Why America Didn’t Enter WWI Many of European descent were tired of the constant wars in Europe Americans’ diverse backgrounds caused conflicting opinions on the war: Jews, Germans, Irish-Americans, Italians, etc. Other Americans were reluctant to enter a war that they saw as Europe’s problem
America’s Involvement pre-1917 Both sides tried to woo America to their side WWI disrupted America’s trade, but also led to trade with the Allies –Didn’t trade with Germany because of the British blockade around Germany –From 1914-1917 Iron and Steel production in the US increased by 76% and American exports quadrupled –Allies had borrowed $2 billion from America by 1917
Germany began to attack Allied ships carrying cargo to the Allies early in the war –American passengers died on these ships On May 7, 1915, a German U- Boat sunk the British liner Lusitania off the southern coast of Ireland. –128 of the over 1,000 lost were American. –This attack turned American opinion against the Germans. U-Boat attacks against ships increased, as did American deaths. The Lusitania
Unrestricted Submarine Warfare February 1, 1917, Germany declared unrestricted submarine warfare on all ships traveling to the Allies US broke diplomatic relations with Germany and armed merchant vessels
USA and WWI - Zimmerman Telegram British intercepted a telegram sent to the German ambassador in Mexico. –And the British quickly presented this to America since they knew it would cause America to enter the war The telegram was to be presented to the Mexican government by the Germans in an attempt to get Mexico to join the war on the side of the Central Powers.
USA and WWI - Zimmerman Telegram This telegram, named the Zimmerman telegram, promised that if Mexico allied with Germany and they won the war, Germany would support Mexico in recovering “lost territory in Texas, New Mexico, and Arizona.”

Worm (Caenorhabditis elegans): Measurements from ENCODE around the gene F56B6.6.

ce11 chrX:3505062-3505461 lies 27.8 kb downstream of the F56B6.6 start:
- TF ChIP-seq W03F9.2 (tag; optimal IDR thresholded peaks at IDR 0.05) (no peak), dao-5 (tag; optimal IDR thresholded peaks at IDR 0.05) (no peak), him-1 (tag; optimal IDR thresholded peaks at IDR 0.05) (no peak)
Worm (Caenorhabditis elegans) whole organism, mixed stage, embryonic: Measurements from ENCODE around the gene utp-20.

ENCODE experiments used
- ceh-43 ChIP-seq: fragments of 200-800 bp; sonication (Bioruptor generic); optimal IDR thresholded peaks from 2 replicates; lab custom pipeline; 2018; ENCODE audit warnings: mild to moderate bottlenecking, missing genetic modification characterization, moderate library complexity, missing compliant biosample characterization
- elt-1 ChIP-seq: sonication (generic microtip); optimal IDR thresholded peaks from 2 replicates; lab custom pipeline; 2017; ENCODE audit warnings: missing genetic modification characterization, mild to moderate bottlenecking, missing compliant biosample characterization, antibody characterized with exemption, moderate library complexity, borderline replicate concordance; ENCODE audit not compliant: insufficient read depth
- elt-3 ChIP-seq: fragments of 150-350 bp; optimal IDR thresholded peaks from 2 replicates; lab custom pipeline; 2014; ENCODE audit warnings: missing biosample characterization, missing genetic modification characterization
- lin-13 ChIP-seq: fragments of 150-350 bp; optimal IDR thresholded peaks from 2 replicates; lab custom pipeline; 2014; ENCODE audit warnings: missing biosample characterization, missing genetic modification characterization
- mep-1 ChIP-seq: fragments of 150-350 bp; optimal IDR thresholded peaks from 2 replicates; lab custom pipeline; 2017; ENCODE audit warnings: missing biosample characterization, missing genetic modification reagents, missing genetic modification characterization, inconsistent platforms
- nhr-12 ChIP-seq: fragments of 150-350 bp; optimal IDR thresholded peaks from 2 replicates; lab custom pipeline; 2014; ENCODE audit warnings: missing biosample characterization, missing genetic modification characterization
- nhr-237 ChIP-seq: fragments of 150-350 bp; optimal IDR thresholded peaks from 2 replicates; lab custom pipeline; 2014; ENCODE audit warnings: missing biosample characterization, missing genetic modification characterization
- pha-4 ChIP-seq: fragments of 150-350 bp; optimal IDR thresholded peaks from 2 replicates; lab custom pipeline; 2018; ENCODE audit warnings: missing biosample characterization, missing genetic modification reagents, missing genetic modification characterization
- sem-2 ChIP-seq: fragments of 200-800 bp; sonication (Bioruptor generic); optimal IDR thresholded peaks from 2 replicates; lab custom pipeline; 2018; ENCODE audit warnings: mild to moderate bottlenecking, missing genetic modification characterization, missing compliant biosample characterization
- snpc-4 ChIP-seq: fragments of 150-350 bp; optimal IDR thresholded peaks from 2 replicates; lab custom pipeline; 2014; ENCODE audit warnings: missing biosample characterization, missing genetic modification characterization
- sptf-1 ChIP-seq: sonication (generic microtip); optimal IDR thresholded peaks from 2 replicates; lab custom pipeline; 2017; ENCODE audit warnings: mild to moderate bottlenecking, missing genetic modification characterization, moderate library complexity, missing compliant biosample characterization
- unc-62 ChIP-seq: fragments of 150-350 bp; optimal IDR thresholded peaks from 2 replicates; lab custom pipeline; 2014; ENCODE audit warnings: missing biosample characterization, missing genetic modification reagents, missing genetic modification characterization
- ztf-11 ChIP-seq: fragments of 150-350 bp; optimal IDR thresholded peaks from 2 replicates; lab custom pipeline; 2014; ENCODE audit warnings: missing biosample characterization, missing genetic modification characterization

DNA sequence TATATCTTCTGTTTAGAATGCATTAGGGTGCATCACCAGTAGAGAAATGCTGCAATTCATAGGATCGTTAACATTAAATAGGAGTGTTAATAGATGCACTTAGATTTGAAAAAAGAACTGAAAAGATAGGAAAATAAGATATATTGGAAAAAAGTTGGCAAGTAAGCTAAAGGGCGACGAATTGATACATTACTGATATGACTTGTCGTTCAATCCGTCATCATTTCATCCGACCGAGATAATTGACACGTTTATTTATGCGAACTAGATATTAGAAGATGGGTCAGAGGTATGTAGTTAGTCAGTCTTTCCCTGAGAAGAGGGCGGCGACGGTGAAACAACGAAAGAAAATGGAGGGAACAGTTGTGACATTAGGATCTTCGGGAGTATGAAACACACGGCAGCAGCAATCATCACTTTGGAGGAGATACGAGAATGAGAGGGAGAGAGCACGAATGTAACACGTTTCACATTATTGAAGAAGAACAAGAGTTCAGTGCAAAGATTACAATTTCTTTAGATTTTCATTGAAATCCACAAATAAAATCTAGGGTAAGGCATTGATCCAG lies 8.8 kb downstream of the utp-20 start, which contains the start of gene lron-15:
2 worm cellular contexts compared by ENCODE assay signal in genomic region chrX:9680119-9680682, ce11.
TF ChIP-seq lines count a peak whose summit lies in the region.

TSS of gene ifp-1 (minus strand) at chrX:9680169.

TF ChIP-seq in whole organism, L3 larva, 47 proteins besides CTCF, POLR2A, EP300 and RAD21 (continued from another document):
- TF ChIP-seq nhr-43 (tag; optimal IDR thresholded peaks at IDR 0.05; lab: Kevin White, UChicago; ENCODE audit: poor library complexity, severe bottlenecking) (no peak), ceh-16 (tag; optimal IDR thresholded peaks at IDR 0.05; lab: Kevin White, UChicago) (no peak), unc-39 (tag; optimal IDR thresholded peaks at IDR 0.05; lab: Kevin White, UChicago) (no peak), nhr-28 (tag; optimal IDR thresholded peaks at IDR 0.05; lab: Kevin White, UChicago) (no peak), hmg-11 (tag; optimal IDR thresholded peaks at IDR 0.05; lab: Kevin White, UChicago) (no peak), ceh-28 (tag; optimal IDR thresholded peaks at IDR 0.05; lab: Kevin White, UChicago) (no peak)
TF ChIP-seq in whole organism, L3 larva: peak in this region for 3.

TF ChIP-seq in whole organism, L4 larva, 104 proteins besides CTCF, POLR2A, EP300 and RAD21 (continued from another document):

USA and WWI - The Final Straw After news of the telegram reached Washington, four unarmed U.S. merchant ships were sunk with a loss of 36 lives. The revolution that happened in Russia and overthrew the monarchy and, at the time, replaced it with a representative government allowed America to assert that this was a fight for DEMOCRACY. On April 2, 1917 President Wilson called for war.
Wilson’s Fourteen Points Wilson would take this idea of fighting for democracy to heart when he presented his “Fourteen Points” to Congress in January 1918 Outlined Wilson’s plan for peace and post-war Europe
America Prepares for War America was not prepared for the war with only 200,000 troops in active service. To deal with this problem, a Selective Service Act was passed to begin a draft.
New Groups Enlist African-Americans were allowed to enlist and fight in segregated units. –Made up 13% of the draftees –350,000 African Americans were on the Western Front, but only 1/5 of them saw combat compared to 2/3 of the whites because of discrimination
New Groups Enlist Women were not allowed to fight, but did fill non-combat positions such as nurses, secretaries, and telephone operators. –25,000 US women served in Europe –13,000 enlisted and were given ranks in the military
America Begins Total War The U.S. also began to mass-produce ships and exempted shipyard workers from the draft. Propaganda campaigns either convinced men to join the military or work in factories to produce ships or war material. The government also turned private and commercial boats into war boats.
The American Expeditionary Force (AEF) The first 14,000 American troops arrived in France in June 1917 –They were called “Doughboys” –Did not fight until October 1917 May 1918 – 1 million US troops were in France AEF was led by Major General John J. Pershing
Post WWI Film for America This was made with WWI footage after the war to show the American public what the war was like Watch film 4 beginning at 1:40 for technology